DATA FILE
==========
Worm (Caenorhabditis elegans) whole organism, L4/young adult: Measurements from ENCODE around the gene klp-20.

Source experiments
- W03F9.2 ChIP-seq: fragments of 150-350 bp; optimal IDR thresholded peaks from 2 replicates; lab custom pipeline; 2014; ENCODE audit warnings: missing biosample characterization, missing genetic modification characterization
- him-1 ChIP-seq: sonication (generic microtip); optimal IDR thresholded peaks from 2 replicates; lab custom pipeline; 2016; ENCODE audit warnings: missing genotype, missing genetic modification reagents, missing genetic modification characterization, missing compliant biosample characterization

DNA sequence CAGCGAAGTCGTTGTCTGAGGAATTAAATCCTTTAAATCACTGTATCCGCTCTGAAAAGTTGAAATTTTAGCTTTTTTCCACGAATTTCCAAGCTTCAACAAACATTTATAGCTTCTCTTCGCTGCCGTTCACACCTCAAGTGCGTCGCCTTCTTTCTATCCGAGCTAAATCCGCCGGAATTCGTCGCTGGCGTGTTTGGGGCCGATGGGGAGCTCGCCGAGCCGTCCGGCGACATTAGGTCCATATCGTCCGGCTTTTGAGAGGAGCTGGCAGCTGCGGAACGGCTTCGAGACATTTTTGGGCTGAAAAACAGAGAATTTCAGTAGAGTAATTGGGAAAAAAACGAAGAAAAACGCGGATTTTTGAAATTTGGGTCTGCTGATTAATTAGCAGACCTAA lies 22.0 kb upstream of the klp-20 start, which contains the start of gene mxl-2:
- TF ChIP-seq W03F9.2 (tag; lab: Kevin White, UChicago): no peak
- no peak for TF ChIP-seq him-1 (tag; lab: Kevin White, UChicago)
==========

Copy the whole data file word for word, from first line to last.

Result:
Worm (Caenorhabditis elegans) whole organism, L4/young adult: Measurements from ENCODE around the gene klp-20.

Source experiments
- W03F9.2 ChIP-seq: fragments of 150-350 bp; optimal IDR thresholded peaks from 2 replicates; lab custom pipeline; 2014; ENCODE audit warnings: missing biosample characterization, missing genetic modification characterization
- him-1 ChIP-seq: sonication (generic microtip); optimal IDR thresholded peaks from 2 replicates; lab custom pipeline; 2016; ENCODE audit warnings: missing genotype, missing genetic modification reagents, missing genetic modification characterization, missing compliant biosample characterization

DNA sequence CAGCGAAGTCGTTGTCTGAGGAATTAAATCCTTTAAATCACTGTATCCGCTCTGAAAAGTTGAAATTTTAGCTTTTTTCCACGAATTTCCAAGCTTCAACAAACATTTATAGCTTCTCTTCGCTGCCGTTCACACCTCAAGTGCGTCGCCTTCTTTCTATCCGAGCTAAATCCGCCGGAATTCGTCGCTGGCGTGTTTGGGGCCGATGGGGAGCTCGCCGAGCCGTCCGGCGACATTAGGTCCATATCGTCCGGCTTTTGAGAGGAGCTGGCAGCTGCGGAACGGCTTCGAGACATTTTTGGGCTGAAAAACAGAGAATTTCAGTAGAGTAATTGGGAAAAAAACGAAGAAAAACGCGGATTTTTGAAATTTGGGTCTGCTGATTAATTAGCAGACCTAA lies 22.0 kb upstream of the klp-20 start, which contains the start of gene mxl-2:
- TF ChIP-seq W03F9.2 (tag; lab: Kevin White, UChicago): no peak
- no peak for TF ChIP-seq him-1 (tag; lab: Kevin White, UChicago)